Tuesday, November 10, 2015

Blind man who thinks \ He reads, fool who thinks he knows! - Victor Hugo's God

And the luminosity said: silence!  Blind man who thinks
He reads, fool who thinks he knows!  I tell you:
For all eternity does the wondrous emerge from the mysterious!  (God, The Ocean of the Heights, IX, ll. 314-6, p. 133)

The End of Satan (1886) has the advantage of familiar stories.  Hugo makes them less familiar, sometimes, but I have a baseline.  I know where the story has to go, whatever ornamentation Hugo piles on.

But Dieu (1891), God, Hugo’s other big posthumous semi-unfinished epic, it’s a tough one.  More philosophical.  More abstract.  It is a series of encounters between a Hugoish narrator, who has become a winged ghost (“because Man becomes wingèd when he muses”), flying upward in a kind of inverted abyss, and a variety of voices and semi-allegorical figures, most of them also winged figures, who deliver a monologue full of anti-wisdom, a perspective to be rejected.  I think.  For example, The Bat, which is atheism (Hugo says so), who declaims:

And all of Creation, with Man,
With what the eye sees and what the voice names,
Its worlds, its suns, its rare currents,
Its dazzling, streaking, mead meteors,
With its golden globes like great domes,
With its eternal passage of phantoms, waters,
Swarms, birds, the lily that we believe blessed,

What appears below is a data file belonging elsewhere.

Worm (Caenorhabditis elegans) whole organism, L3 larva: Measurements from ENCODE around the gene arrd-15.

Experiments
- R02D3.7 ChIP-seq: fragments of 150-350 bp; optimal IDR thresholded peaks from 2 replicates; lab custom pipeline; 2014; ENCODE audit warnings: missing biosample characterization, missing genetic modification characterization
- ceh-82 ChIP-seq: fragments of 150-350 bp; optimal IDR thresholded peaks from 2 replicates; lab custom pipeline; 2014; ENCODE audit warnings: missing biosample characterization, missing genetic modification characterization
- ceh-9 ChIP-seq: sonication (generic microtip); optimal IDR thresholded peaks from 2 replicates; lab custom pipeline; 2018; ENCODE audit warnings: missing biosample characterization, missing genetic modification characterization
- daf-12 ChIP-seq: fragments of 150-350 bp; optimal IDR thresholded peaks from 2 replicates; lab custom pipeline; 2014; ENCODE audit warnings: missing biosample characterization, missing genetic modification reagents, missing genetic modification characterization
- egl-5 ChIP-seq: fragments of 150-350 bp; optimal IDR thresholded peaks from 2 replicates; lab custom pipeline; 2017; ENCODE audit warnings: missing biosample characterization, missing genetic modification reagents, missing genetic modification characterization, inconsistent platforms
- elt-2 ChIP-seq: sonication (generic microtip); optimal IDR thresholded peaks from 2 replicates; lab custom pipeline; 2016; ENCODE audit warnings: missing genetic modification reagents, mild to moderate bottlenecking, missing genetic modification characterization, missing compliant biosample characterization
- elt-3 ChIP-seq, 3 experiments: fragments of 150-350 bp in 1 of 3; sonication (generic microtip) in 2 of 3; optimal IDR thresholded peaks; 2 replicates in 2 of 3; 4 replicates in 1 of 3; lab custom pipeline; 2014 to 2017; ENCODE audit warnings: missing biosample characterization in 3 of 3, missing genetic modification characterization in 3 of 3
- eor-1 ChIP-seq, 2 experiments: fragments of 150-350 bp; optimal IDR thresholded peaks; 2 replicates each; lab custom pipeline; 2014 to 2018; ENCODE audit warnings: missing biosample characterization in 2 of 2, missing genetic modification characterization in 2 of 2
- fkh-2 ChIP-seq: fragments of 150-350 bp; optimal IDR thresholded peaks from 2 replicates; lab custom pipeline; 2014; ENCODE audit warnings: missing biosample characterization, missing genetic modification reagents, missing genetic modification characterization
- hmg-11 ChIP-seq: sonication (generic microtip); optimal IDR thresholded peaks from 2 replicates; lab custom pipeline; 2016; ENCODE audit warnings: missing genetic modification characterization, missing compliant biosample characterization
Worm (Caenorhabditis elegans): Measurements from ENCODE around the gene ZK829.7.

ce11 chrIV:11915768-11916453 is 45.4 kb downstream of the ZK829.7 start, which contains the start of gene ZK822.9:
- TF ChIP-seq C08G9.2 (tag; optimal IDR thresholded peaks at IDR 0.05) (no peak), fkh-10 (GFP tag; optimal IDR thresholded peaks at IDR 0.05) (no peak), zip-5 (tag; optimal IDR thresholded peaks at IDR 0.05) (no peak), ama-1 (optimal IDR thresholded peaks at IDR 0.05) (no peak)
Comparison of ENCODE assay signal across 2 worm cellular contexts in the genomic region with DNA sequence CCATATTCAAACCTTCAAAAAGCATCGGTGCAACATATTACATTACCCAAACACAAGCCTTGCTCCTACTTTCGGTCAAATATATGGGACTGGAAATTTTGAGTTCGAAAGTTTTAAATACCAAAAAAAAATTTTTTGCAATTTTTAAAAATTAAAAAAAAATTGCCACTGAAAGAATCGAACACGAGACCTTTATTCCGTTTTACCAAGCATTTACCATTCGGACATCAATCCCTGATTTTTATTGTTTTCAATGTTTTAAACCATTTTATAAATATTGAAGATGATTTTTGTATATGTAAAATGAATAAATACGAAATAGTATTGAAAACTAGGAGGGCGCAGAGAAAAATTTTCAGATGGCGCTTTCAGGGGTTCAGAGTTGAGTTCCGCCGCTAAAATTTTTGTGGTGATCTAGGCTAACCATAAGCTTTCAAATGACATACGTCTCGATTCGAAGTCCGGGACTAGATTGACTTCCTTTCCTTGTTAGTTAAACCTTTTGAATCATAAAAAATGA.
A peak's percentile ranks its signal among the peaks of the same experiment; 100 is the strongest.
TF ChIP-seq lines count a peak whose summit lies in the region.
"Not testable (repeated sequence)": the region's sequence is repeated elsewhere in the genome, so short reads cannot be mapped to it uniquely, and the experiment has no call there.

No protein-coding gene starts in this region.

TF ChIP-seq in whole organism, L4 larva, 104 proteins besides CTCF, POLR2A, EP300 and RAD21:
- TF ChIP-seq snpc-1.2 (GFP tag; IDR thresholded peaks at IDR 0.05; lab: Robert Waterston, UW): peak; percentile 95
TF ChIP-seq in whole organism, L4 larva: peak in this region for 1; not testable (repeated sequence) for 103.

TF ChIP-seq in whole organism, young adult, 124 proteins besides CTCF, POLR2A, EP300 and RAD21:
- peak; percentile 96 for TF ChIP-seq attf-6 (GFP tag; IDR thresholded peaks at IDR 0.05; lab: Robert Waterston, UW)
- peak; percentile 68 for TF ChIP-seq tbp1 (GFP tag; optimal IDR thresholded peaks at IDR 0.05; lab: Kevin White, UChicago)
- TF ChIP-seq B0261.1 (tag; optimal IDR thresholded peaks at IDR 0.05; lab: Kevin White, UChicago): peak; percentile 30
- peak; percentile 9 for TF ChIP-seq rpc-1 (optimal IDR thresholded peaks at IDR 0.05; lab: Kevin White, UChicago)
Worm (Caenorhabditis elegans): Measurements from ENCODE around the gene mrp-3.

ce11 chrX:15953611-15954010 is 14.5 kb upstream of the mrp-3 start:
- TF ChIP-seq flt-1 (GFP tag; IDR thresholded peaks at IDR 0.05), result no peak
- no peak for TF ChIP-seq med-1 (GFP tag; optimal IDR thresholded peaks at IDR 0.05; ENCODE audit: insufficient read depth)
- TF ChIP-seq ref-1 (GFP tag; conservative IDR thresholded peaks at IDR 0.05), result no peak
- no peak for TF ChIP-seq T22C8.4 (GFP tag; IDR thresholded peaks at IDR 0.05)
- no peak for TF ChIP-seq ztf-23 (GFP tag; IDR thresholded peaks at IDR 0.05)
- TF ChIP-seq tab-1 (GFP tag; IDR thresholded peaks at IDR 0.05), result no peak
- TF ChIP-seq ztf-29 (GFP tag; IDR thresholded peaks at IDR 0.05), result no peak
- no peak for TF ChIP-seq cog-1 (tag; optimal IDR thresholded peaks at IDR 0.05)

Is only a vomiting of darkness into the Infinite!  (The Ocean of the Heights, I – The Bat, ll. 92-9, p. 91)

A hundred and thirty lines of this black spew, in the original in rhyming couplets.  Thank goodness the translator, R. G. Skinner, did not try to reproduce the rhyming couplets.  They don’t sound ridiculous in French, but in English ruin the poem.

However, the translator does omit most of the animals, so I have no idea what the owl or eagle are supposed to represent.  The griffin, included is Christianity, progress, human thought moving in the right direction, but still, to Hugo a now unnecessary mediation between himself and a direct encounter with God.  I guess.

Oh wait, I see that the eagle is Judaism.  “You hail from Sinai, but I come from Golgotha,” says the griffin to the eagle.

It is all a bit like a compressed, misty Divine Comedy, with the spirit ascending towards a direct encounter with God, and thus with death.  As programmatic as the scheme of the poem is, even in this abridgment, the end, what I take as Hugo’s death, or his preparation for his death, has power.

Listen – Up to now you have seen only dreams,
Only vague glimmers floating on falsehoods,
Merely the muddled appearances which pass in the winds
Or tremble in the night for you living creatures. (Epilogue, ll. 1-4, p. 135)

Hugo demands his encounter with God, knowing that it means death – “Yes! – I shouted. / And I felt that creation trembled like a fabric.” 

Specter, you misled me, I still know nothing.

     (God is infinite.  He keeps withdrawing perpetually –